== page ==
Catastrophizing: How to stop the Anxiety Cycle

Catastrophizing: How to stop the Anxiety Cycle

An anxious person can turn almost anything into a possible catastrophe and catastrophizing is a common occurrence in people that are feeling anxious. It is caused by anxiety but also serves to fuel anxious symptoms. Because of the cyclical worsening that happens with symptoms of anxiety it is important to interrupt this cycle. People often stop living in the moment and spend much of their time worrying about the future.

Have a school exam coming up? Likely you will fail and will end up homeless.

Headache? Definitely a brain tumor....and then starts googling health symptoms (which can make even a non-anxious person panic).

People can catastrophize about finances, friendships, or may jump from one catastrophic thought to the next. Sure, some of these worries might be reasonable at times. But an anxious person will take a small thought and turn it into a huge worry based on very little evidence.

  • "What if I don’t ever get a job?",
  • "If I make the wrong decision it may cause ______ bad thing to happen!",
  • "What if the plane crashes?",
  • "Am I dying?"

Some people with anxiety are overly aware of normal bodily sensations. They may catastrophize any physical symptom they feel. Physical symptoms (for example breathing and heart rate), intermixed with anxiety, are a common driver of panic attacks.

Read more about panic attacks here. This article covers the ways panic attacks are triggered, what happens in the body, and how to interrupt them when they start.

Projecting Worries into the Future

Catastrophizing thoughts are generally not based on current reality but future projections related to worry thoughts. They aren't productive projections and don't cause you to improve your future. It’s energy wasted and not energy spent on improving life.

And projections associated with anxiety are never positive. They don't uplift you or make you feel hopeful. Instead, they cast a shadow of gloom and doom on life and make you feel out of control.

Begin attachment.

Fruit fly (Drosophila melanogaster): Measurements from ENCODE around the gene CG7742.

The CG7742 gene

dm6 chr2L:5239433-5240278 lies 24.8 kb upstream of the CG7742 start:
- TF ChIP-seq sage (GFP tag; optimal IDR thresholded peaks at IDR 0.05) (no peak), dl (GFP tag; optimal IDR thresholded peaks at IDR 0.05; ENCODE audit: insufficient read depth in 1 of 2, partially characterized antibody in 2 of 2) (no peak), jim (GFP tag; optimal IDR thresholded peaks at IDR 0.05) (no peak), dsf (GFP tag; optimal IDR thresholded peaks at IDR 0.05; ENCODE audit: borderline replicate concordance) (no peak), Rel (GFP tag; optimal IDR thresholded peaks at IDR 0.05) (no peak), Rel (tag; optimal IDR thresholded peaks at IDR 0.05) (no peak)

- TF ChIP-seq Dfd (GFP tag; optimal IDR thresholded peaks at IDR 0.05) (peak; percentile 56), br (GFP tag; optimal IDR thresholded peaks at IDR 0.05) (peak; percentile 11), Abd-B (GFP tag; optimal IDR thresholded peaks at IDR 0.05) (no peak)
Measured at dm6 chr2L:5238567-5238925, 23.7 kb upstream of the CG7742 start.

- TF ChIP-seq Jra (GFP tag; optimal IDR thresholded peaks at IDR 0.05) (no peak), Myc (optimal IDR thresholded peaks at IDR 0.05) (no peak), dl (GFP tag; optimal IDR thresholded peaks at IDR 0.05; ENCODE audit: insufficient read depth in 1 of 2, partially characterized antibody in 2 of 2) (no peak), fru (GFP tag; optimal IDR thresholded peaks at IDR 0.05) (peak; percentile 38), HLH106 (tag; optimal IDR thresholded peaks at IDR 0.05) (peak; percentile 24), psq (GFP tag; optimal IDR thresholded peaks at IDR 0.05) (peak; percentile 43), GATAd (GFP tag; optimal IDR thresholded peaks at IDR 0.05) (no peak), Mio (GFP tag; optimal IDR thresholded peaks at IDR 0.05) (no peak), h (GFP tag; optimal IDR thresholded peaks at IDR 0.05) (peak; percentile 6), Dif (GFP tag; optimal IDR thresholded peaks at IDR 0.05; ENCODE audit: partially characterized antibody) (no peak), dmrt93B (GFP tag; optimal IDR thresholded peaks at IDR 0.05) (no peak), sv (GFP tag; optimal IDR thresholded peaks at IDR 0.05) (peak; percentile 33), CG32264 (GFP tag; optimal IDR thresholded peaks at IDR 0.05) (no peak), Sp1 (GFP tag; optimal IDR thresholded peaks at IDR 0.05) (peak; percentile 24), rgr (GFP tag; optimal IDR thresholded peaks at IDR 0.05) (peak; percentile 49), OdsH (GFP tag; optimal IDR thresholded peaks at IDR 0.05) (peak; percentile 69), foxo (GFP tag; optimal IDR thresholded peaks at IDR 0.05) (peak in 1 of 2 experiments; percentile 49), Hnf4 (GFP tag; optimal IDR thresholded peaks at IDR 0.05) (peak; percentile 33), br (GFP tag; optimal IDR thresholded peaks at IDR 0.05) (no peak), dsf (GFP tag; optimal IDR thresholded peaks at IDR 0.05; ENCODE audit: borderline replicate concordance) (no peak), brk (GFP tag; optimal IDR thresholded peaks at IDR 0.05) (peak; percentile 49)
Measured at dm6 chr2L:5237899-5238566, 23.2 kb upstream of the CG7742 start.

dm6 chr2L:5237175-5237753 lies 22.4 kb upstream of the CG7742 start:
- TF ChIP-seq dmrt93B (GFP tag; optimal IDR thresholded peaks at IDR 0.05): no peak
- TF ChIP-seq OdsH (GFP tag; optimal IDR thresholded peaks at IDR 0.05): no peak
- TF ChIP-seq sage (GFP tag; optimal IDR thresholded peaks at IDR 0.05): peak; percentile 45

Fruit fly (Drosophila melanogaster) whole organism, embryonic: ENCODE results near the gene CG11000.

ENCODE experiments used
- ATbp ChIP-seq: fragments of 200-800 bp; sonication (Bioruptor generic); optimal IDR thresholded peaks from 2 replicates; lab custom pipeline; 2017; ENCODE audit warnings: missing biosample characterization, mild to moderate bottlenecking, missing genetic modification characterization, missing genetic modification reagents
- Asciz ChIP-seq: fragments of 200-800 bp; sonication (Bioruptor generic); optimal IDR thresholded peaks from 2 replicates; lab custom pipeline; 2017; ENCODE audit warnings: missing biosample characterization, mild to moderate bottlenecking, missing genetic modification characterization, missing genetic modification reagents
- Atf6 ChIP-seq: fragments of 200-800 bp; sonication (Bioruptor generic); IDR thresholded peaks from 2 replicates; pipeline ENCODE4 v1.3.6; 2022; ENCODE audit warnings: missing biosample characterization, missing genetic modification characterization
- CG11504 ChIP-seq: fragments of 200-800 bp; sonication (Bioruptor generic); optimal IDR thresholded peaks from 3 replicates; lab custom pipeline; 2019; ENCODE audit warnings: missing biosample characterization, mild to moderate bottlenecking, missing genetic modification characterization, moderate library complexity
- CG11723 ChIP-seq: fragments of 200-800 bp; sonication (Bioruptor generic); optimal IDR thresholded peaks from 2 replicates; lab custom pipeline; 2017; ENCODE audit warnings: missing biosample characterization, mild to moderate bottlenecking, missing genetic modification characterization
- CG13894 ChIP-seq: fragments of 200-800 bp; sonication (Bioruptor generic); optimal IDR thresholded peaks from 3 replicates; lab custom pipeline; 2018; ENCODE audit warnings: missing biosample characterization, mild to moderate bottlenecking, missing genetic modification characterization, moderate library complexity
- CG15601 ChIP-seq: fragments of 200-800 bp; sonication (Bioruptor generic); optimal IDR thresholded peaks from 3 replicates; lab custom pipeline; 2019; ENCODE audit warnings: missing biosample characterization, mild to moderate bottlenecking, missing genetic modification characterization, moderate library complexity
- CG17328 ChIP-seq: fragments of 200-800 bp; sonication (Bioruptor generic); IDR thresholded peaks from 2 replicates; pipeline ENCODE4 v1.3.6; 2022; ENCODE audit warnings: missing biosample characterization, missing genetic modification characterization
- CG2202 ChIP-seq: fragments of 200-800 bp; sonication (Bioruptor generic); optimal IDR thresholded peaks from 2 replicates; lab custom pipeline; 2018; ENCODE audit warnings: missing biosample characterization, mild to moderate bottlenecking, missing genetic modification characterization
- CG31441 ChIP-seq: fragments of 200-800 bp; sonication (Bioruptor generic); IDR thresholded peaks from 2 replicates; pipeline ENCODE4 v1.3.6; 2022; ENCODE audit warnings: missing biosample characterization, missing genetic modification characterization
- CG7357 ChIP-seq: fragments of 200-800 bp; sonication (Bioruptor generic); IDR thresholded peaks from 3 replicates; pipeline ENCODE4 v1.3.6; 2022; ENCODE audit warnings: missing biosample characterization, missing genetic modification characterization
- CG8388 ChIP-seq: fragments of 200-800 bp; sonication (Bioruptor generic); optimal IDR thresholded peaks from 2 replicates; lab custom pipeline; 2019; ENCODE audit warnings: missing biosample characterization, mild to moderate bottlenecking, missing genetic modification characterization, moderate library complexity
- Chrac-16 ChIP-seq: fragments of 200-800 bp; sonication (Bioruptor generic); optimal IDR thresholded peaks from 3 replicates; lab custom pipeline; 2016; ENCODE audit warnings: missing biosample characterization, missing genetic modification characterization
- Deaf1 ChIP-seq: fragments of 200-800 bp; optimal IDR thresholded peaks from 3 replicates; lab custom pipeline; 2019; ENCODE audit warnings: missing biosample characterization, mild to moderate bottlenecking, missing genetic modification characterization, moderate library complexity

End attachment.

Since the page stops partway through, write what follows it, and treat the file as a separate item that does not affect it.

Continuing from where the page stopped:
Recognizing Catastrophizing Anxiety is the First Step to Stop it

The first step to stop worrying about the future is to recognize when you are doing it! Some people have been feeling anxious and catastrophizing for so long that it comes naturally to them and it is hard to realize it when it is happening.

Think about your Anxious Symptoms

Take a minute to think about your anxious symptoms and ways that you project into the future. When you are worrying, stop to ask yourself if you are projecting and catastrophizing. The first goal in reducing anxiety is to recognize these catastrophic projections.

  • When you are feeling anxious are you worrying about a future event that you cannot control?
  • Catastrophizing the consequences without evidence to support it?
  • Will your worries help you solve the issue you are anxious about?

To practice managing catastrophizing and anticipatory anxiety download this free PDF. This includes a worksheet that will help you learn to shift thoughts and improve anxiety control.

For a list of self-help resources (websites, apps, books) to treat anxiety in adults and children read this post.

A version of this article first appeared here.

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  • Conor McHale

    Thank you Dr. Welby for the tips

  • Liam Densley

    I feel much better, thx !!

  • Brad Allen

    Must read

  • Stephen Mumford

    Good article

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Melissa (Wheelock) Welby, MD

Healthcare Expert

Dr. Melissa Welby is a psychiatrist that participates in people’s process of discovery, empowerment, and search for satisfaction and happiness. She treats a variety of illnesses including depression, anxiety & panic attacks, adult ADHD (Attention Deficit / Hyperactivity Disorders), bipolar disorder, OCD (Obsessive-Compulsive Disorder) and borderline personality disorder. She is also the current president of the Connecticut Psychiatric Association.She completed her Internship & Residency at Cambridge Hospital, affiliate of Harvard Medical School, 2000 to 2004. Dr. Melissa Welby is Board Certified in General Psychiatry by the American Board of Psychiatry and Neurology, 2005 to present. 


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